On a recent Tuesday, my day started out fairly unremarkably – early trip to the gym for a cross training session, the usual breakfasting and e-mail checking as I got ready for work.
I had a quick doctor’s appointment that morning, so I left my apartment a little later than usual.
My mind was consumed with thoughts about the upcoming workday, my first test in Proteins, Fats and Carbs and my stupid Achilles injury during the walk to the subway, which actually came as soon as I got underground.
Once inside the car, it was obvious that something was going on – people were looking nervous and trying not to stare at this woman, who was shaking and crying and obviously not ok. Two kind bystanders were trying to help her eat a few pieces of candy, because as it turned out, she was a diabetic suffering from an episode of hypoglycemia (or very low blood sugar).
Can you imagine being alone on a subway (or anywhere) and experiencing a serious medical event?
I can. I also know what to do in an episode of hypoglycemia, so I helped the woman calm down, finish her candy and check her blood sugar with a self monitoring device. After a few minutes she was fine, and an amazing (seriously, this guy was so nice) stranger got off at her stop and helped her get to where she needed to go.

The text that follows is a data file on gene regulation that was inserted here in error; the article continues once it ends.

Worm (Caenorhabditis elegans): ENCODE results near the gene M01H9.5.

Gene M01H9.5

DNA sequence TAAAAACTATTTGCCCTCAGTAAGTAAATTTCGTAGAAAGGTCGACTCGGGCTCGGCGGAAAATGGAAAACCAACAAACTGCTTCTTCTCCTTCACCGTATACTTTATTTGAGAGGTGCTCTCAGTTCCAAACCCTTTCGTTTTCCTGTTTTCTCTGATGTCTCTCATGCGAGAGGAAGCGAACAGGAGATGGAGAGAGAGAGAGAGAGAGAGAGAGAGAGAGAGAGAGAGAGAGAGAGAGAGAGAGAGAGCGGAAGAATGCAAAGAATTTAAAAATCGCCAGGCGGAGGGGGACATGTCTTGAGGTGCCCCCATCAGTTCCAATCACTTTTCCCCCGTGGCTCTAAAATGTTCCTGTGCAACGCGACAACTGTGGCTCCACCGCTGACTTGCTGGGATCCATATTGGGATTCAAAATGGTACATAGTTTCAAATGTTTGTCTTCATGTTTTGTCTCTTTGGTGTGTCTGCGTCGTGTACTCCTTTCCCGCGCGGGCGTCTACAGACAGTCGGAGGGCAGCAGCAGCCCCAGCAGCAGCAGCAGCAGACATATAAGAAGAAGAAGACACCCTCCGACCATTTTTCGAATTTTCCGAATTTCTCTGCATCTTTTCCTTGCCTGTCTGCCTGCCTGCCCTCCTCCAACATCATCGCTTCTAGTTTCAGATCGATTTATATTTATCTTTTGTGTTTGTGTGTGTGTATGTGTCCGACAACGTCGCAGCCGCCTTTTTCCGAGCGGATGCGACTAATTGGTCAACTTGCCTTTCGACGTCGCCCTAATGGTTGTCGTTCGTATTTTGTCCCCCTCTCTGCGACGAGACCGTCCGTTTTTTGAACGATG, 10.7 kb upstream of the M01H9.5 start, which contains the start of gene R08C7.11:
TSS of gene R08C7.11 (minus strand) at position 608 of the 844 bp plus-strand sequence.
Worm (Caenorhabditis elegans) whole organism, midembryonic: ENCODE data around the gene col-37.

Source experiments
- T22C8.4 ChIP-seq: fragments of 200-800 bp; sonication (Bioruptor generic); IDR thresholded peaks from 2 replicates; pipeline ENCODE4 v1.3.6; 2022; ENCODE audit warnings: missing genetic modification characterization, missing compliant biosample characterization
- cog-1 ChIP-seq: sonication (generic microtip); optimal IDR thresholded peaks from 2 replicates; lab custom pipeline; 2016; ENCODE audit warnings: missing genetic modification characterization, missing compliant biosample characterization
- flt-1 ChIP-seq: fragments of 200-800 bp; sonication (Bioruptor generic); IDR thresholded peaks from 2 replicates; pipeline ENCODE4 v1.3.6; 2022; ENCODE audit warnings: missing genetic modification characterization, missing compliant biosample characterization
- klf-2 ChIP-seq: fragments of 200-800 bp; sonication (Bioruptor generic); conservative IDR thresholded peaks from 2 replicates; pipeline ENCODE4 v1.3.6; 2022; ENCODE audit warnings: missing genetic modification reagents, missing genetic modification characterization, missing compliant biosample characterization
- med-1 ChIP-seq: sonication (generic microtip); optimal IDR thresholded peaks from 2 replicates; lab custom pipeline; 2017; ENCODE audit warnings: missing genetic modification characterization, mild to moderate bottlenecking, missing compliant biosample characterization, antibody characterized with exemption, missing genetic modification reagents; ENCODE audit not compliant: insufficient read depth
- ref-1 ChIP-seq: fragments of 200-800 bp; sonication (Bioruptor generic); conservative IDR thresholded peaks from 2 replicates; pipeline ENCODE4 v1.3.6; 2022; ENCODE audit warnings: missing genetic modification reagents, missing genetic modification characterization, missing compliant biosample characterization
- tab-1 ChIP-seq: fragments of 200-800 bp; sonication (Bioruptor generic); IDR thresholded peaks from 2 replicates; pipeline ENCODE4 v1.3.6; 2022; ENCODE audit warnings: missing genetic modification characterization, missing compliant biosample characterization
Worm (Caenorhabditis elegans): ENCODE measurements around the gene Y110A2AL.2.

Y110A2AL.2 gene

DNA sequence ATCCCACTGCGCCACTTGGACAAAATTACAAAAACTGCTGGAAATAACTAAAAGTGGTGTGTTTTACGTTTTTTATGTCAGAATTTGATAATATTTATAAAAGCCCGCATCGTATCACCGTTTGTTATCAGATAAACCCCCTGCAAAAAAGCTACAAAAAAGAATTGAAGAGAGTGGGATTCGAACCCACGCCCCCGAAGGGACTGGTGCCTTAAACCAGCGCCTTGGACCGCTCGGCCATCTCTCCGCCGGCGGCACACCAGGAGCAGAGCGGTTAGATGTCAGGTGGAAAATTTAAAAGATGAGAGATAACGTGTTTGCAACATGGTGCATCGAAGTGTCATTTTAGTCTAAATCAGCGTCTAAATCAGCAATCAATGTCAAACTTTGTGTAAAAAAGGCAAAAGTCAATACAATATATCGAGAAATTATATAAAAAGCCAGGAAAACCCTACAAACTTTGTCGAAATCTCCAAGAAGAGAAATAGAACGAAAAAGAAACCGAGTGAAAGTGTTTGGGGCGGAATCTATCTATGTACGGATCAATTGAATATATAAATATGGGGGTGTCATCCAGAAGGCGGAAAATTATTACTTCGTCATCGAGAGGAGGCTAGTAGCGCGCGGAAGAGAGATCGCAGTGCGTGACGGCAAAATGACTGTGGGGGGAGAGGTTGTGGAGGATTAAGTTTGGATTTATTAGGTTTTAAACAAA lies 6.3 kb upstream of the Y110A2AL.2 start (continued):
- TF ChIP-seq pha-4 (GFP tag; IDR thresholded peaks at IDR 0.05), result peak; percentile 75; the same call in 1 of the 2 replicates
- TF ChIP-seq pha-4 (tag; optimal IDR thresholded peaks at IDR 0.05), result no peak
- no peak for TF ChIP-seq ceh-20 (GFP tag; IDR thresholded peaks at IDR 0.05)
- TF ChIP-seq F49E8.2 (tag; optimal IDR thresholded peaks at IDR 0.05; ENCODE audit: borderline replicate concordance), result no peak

This event, which lasted probably about 10 minutes, stayed in my thoughts as I carried on to my doctor’s appointment and then to work, and even as I went home to study that night.
Even though this women obviously needed medical intervention (or really, just sugar), I kept thinking about how sometimes dealing with people’s emotions is half the battle in a lot of healthcare situations. After her blood sugar was at a safe level and she was physically fine, the woman’s anxiety was through the roof – she needed to be calmed down and told repeatedly that she was ok, that the worst was over.
Mentally and emotionally helping and connecting with my future patients is something I really want to focus on as a dietitian. I never want to forget that they are people too – someone’s mother, husband, best friend, daughter or great-grandmother – not just hospital beds or names that need to be checked off on long lists.
Just based on my extensive experience as “the patient”, I think this aspect of healthcare is not emphasized nearly enough, and it can go such a long way.
So as I prepare for my dietetic internship interview today (ahh, so nervous!), I’m keeping these goals and priorities as a dietitian top of mind, not to mention my excitement for the opportunity to further explore my passion. Wish me luck!
Question: What are your opinions on what makes a great doctor/dietitian/nurse/medical professional?